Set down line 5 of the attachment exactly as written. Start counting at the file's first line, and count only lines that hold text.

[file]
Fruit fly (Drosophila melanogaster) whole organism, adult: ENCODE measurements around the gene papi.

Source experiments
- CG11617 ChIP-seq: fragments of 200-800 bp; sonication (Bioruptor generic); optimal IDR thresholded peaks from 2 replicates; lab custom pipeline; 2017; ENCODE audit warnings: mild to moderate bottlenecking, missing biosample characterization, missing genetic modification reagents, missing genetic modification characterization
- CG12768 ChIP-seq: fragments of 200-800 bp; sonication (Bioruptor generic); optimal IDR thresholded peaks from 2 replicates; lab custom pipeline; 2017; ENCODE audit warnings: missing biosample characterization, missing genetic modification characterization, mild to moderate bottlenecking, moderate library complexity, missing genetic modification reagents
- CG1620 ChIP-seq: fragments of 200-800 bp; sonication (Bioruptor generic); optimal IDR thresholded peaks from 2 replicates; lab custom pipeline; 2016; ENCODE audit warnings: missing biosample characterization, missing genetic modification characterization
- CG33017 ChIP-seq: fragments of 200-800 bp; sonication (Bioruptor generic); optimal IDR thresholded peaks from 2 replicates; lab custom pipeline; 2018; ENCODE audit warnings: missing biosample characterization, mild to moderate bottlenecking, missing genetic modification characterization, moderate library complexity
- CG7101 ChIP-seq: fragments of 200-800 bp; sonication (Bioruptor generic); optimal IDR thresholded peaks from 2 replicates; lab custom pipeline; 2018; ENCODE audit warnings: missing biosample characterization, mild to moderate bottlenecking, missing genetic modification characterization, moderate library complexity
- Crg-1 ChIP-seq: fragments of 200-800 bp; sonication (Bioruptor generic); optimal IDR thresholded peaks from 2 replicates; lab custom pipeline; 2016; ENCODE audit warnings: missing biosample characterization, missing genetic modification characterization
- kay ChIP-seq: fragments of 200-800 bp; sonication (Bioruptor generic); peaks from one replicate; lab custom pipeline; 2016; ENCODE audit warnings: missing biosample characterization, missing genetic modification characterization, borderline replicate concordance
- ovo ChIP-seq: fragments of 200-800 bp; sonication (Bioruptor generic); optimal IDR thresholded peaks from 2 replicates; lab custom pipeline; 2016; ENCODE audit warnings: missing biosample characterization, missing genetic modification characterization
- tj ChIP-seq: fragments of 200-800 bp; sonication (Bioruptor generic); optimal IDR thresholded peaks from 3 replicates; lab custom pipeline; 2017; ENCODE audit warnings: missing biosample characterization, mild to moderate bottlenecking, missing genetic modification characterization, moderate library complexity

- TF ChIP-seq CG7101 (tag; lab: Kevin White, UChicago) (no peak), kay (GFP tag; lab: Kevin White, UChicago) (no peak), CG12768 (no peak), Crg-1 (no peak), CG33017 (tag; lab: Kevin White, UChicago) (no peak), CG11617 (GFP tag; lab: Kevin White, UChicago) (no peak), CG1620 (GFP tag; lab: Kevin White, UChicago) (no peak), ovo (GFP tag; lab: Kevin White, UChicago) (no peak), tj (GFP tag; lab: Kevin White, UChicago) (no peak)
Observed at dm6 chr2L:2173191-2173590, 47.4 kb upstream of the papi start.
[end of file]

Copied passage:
- CG1620 ChIP-seq: fragments of 200-800 bp; sonication (Bioruptor generic); optimal IDR thresholded peaks from 2 replicates; lab custom pipeline; 2016; ENCODE audit warnings: missing biosample characterization, missing genetic modification characterization